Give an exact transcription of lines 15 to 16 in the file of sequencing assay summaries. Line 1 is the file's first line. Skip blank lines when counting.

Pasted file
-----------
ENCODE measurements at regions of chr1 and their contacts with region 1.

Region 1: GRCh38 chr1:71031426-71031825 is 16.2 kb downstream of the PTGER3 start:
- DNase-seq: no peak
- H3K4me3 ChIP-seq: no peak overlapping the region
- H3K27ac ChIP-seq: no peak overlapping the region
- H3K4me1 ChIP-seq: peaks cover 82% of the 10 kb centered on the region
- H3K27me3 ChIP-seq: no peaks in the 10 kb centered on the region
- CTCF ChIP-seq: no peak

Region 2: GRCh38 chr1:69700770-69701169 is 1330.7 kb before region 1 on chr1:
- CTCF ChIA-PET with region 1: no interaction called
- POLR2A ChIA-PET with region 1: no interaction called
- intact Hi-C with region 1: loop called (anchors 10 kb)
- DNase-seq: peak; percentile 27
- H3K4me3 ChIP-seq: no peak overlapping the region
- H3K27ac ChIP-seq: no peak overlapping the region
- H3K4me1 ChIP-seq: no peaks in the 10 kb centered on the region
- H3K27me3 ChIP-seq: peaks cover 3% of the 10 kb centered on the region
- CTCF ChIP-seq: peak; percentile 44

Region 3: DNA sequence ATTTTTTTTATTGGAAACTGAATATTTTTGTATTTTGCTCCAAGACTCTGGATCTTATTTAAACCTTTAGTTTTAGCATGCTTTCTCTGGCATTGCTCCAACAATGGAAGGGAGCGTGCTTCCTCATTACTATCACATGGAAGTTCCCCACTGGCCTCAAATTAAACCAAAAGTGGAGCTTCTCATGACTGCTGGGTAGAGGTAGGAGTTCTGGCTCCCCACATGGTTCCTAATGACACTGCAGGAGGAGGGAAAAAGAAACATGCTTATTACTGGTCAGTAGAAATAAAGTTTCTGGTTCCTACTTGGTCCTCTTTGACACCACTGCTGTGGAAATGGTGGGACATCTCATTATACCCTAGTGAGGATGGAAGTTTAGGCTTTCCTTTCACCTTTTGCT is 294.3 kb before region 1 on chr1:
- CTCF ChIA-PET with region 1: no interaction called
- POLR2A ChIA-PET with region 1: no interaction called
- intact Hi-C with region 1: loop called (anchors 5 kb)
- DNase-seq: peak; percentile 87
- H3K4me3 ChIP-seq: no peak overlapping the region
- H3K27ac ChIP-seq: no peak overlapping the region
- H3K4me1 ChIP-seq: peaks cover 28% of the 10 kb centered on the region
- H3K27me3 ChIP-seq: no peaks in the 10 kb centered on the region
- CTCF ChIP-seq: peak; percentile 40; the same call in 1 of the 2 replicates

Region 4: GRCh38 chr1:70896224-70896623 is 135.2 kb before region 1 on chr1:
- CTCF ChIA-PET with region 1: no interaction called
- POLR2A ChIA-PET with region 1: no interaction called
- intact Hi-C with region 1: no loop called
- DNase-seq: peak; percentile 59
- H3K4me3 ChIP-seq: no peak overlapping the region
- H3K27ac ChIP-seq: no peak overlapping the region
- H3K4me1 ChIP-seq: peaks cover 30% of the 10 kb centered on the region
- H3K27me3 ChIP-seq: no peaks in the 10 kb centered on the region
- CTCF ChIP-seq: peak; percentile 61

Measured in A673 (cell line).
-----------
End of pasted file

- H3K27ac ChIP-seq: no peak overlapping the region
- H3K4me1 ChIP-seq: no peaks in the 10 kb centered on the region